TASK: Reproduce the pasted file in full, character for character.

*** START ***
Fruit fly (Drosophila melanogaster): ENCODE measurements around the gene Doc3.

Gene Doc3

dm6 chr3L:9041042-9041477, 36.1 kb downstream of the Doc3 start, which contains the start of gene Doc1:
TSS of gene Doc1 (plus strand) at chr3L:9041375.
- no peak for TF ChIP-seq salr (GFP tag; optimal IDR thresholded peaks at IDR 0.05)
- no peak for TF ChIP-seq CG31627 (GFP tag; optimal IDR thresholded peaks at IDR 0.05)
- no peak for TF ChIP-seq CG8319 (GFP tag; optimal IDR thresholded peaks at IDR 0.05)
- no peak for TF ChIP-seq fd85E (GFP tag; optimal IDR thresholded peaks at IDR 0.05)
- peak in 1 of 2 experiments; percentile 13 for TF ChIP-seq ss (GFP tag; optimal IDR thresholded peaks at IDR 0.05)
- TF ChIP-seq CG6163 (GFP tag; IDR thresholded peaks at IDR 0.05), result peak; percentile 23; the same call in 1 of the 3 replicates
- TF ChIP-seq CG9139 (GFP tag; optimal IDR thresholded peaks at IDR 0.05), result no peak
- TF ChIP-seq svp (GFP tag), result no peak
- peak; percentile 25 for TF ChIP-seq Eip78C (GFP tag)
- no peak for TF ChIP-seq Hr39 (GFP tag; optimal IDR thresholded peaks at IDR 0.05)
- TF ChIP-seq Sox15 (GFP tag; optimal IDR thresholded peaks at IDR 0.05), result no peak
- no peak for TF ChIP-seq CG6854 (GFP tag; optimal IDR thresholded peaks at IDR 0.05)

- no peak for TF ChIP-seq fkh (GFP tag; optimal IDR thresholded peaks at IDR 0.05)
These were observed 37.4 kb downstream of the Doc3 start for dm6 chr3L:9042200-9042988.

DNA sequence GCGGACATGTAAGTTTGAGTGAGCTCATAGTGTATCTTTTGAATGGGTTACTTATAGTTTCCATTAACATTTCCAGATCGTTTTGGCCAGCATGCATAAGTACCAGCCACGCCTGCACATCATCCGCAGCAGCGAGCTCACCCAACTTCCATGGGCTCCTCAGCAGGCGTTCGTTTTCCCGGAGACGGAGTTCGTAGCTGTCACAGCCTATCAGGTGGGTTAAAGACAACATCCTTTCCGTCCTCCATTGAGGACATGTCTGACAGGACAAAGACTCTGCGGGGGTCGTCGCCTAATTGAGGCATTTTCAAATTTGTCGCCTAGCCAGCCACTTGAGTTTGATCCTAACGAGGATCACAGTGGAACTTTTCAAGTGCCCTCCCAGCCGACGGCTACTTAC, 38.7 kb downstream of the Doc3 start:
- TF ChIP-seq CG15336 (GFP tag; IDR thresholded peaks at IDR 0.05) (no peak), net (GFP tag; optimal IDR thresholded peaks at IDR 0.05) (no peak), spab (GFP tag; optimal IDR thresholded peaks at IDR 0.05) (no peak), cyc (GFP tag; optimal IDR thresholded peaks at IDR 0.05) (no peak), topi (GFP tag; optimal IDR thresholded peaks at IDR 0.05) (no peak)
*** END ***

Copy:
Fruit fly (Drosophila melanogaster): ENCODE measurements around the gene Doc3.

Gene Doc3

dm6 chr3L:9041042-9041477, 36.1 kb downstream of the Doc3 start, which contains the start of gene Doc1:
TSS of gene Doc1 (plus strand) at chr3L:9041375.
- no peak for TF ChIP-seq salr (GFP tag; optimal IDR thresholded peaks at IDR 0.05)
- no peak for TF ChIP-seq CG31627 (GFP tag; optimal IDR thresholded peaks at IDR 0.05)
- no peak for TF ChIP-seq CG8319 (GFP tag; optimal IDR thresholded peaks at IDR 0.05)
- no peak for TF ChIP-seq fd85E (GFP tag; optimal IDR thresholded peaks at IDR 0.05)
- peak in 1 of 2 experiments; percentile 13 for TF ChIP-seq ss (GFP tag; optimal IDR thresholded peaks at IDR 0.05)
- TF ChIP-seq CG6163 (GFP tag; IDR thresholded peaks at IDR 0.05), result peak; percentile 23; the same call in 1 of the 3 replicates
- TF ChIP-seq CG9139 (GFP tag; optimal IDR thresholded peaks at IDR 0.05), result no peak
- TF ChIP-seq svp (GFP tag), result no peak
- peak; percentile 25 for TF ChIP-seq Eip78C (GFP tag)
- no peak for TF ChIP-seq Hr39 (GFP tag; optimal IDR thresholded peaks at IDR 0.05)
- TF ChIP-seq Sox15 (GFP tag; optimal IDR thresholded peaks at IDR 0.05), result no peak
- no peak for TF ChIP-seq CG6854 (GFP tag; optimal IDR thresholded peaks at IDR 0.05)

- no peak for TF ChIP-seq fkh (GFP tag; optimal IDR thresholded peaks at IDR 0.05)
These were observed 37.4 kb downstream of the Doc3 start for dm6 chr3L:9042200-9042988.

DNA sequence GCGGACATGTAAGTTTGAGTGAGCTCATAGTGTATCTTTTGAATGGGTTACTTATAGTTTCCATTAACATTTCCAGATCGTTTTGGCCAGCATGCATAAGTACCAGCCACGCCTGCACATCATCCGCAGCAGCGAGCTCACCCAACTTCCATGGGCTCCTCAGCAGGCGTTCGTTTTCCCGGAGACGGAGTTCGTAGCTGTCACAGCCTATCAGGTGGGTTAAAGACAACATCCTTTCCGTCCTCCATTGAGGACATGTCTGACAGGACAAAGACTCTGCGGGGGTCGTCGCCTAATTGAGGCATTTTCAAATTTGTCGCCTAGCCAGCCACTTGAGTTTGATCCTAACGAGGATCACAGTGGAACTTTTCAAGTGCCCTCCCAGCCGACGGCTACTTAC, 38.7 kb downstream of the Doc3 start:
- TF ChIP-seq CG15336 (GFP tag; IDR thresholded peaks at IDR 0.05) (no peak), net (GFP tag; optimal IDR thresholded peaks at IDR 0.05) (no peak), spab (GFP tag; optimal IDR thresholded peaks at IDR 0.05) (no peak), cyc (GFP tag; optimal IDR thresholded peaks at IDR 0.05) (no peak), topi (GFP tag; optimal IDR thresholded peaks at IDR 0.05) (no peak)